Daylily Rust Information Pages
Daylily Rust Latent Period, Spore Longevity and Winter Survival
Daylily growers have reported delayed appearance of visible rust on plants that had been exposed but remained symptom free for a prolonged period of time, although in suitable environmental conditions pustules can appear in less than two weeks. In experiments at the University of Guelph, Ontario, Canada, daylilies that were inoculated on July 18, August 7, August 14 and finally on August 21 did not develop visible rust until October 6th. Thus at least seven weeks passed between exposure to rust spores and the appearance of pustules.
Two possible ways this could happen are that the system of fungal threads (mycelium) inside the leaf following spore germination and infection is inhibited in its development by environmental conditions such as high or low temperatures making it slow to produce visible rust, or spores remain viable yet inactive on the plant until conditions are suitable for germination.
Table 1 indicates the result of tests to determine the latent period (the time between exposure to spores and the appearance of visible rust) in different conditions. (The detached leaf assay method involved incubating inoculated 4 cm. long daylily leaf sections in Petri dishes on filter paper with gibberellic acid).
TABLE 1. Latent period and uredial production under different temperature and light conditions using detached leaf assay for daylily rust.
Note: when leaf segments in the 4°C/39°F tests were exposed to 20°C/68°F temperature at the end of the 35 days, pustules appeared within 7 days
To determine how long rust spores (urediospores or "summer" spores) may survive in the environment, spores were placed in sealed vials and kept on a laboratory bench at 20°C/68°F. At intervals detailed in the following table (Table 2), spores were removed and used to inoculate daylily leaf segments and those leaf segments subsequently evaluated for the number of resulting pustules. After 34 days, more than half the spores were still capable of infecting daylilies. The conclusion reached was that more research is needed to determine how much longer the spores would have remained viable, and also how different conditions (e.g. different temperatures) would affect spore longevity.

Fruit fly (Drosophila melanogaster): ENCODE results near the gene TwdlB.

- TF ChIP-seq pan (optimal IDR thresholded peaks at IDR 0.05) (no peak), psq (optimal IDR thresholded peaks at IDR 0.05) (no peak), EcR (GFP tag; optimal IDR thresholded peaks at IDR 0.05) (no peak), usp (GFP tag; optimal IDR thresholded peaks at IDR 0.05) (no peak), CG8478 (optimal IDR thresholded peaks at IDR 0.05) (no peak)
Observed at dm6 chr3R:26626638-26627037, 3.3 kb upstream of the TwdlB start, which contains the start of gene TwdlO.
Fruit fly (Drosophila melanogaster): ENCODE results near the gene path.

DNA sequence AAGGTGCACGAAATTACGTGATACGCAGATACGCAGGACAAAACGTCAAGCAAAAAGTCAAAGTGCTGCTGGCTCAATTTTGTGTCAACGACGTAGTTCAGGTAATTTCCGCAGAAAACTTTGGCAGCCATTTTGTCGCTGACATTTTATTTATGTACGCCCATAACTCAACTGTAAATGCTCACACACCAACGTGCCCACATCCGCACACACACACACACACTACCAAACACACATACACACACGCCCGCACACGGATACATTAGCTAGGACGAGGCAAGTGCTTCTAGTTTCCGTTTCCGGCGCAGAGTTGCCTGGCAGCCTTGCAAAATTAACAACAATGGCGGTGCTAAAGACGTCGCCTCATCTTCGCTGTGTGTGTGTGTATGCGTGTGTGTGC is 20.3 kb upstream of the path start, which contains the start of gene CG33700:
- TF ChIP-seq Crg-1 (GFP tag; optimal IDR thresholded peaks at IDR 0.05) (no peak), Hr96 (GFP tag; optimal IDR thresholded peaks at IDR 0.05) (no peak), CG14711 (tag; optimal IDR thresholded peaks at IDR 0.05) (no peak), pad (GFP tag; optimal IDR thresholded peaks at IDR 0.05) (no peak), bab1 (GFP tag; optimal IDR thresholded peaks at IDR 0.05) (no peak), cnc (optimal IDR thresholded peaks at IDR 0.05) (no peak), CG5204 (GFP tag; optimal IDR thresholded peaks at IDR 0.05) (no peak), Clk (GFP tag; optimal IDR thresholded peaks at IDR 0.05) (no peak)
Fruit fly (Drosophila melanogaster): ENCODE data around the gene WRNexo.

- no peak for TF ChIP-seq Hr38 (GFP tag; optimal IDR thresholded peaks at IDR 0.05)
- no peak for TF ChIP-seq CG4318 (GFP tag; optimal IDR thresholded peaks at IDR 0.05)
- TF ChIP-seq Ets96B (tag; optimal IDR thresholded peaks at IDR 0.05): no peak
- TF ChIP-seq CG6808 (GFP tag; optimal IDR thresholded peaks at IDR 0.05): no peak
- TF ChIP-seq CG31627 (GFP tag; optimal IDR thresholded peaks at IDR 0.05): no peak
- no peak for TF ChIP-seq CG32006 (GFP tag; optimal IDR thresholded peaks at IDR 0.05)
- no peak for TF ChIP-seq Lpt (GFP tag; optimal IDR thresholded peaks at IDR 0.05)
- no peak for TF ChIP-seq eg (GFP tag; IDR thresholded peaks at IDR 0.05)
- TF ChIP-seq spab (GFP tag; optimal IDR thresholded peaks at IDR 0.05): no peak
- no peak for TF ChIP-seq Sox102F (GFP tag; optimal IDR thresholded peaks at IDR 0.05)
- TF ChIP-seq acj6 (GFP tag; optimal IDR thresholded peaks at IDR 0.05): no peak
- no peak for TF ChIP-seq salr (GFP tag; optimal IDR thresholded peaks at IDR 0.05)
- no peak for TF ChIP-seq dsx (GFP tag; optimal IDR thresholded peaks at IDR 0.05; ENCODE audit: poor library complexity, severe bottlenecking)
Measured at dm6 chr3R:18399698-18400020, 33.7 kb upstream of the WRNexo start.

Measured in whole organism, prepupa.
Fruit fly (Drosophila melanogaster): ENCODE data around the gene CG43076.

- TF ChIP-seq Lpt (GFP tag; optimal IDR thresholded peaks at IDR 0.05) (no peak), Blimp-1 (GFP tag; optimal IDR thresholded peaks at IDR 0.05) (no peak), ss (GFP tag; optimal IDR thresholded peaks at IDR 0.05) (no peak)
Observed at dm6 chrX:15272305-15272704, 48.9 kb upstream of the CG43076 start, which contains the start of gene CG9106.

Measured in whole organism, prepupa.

TABLE 2. Viability and infectivity of daylily rust spores after storage at 20°C/68°F.
*Based on 10-15 leaf segments per treatment, the means followed by a different letter differ significantly at the 95% confidence level
Both of the above tables are used with permission and taken from:
Hsiang, T., Cook, S., Zhao, Y. 2004. Studies on Biology and Control of Daylily Rust in Canada. The Daylily Journal, American Hemerocallis Society 59: 47-57. PDF Reprint
The winter survival of daylily rust was studied in Japan. In this experiment, divisions were collected in early winter from a population of deciduous daylilies that had been heavily infected with rust. New growth that emerged in spring was free of infection. This indicated that the mycelium, or fungal threads, did not persist in the crown or resting buds and that urediospores (summer spores) on dead foliage from the previous year failed to infect the new growth. It was suggested, therefore, that new infections of deciduous daylilies in Japan most likely originate annually from aeciospores produced on the rust's alternate host, Patrinia.
It is important to note that the above experiment was conducted on divisions of a deciduous (dormant) daylily in which the foliage dies down naturally late in the year. Where evergreen daylilies are able to retain enough living tissue the disease may persist from year to year without the alternate host, Patrinia, as already happens in warmer climates of North America.
More details of the pictured experiments can be found in:
Ono, Y. 2003. Does Puccinia hemerocallidis regularly host-alternate between Hemerocallis and Patrinia in Japan? J. Gen Plant Pathol 69: 240-243.
© 2004-2014 by Susan Bergeron